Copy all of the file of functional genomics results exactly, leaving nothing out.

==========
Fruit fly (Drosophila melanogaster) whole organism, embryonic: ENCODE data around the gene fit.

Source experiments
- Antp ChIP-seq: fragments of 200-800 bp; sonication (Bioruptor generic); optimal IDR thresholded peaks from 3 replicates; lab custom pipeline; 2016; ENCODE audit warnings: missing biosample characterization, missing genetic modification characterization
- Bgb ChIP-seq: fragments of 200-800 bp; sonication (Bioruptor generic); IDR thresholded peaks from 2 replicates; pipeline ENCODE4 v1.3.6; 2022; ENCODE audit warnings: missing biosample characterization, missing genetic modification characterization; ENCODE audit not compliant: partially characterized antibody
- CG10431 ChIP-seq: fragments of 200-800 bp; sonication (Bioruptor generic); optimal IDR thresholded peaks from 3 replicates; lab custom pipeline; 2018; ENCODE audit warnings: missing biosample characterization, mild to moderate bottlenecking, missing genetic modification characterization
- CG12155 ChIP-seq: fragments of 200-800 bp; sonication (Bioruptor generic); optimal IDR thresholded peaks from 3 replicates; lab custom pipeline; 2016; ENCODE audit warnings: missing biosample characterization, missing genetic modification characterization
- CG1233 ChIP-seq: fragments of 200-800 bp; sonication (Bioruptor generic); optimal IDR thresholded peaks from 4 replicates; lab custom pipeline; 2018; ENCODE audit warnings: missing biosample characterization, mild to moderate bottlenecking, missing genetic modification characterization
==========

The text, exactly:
Fruit fly (Drosophila melanogaster) whole organism, embryonic: ENCODE data around the gene fit.

Source experiments
- Antp ChIP-seq: fragments of 200-800 bp; sonication (Bioruptor generic); optimal IDR thresholded peaks from 3 replicates; lab custom pipeline; 2016; ENCODE audit warnings: missing biosample characterization, missing genetic modification characterization
- Bgb ChIP-seq: fragments of 200-800 bp; sonication (Bioruptor generic); IDR thresholded peaks from 2 replicates; pipeline ENCODE4 v1.3.6; 2022; ENCODE audit warnings: missing biosample characterization, missing genetic modification characterization; ENCODE audit not compliant: partially characterized antibody
- CG10431 ChIP-seq: fragments of 200-800 bp; sonication (Bioruptor generic); optimal IDR thresholded peaks from 3 replicates; lab custom pipeline; 2018; ENCODE audit warnings: missing biosample characterization, mild to moderate bottlenecking, missing genetic modification characterization
- CG12155 ChIP-seq: fragments of 200-800 bp; sonication (Bioruptor generic); optimal IDR thresholded peaks from 3 replicates; lab custom pipeline; 2016; ENCODE audit warnings: missing biosample characterization, missing genetic modification characterization
- CG1233 ChIP-seq: fragments of 200-800 bp; sonication (Bioruptor generic); optimal IDR thresholded peaks from 4 replicates; lab custom pipeline; 2018; ENCODE audit warnings: missing biosample characterization, mild to moderate bottlenecking, missing genetic modification characterization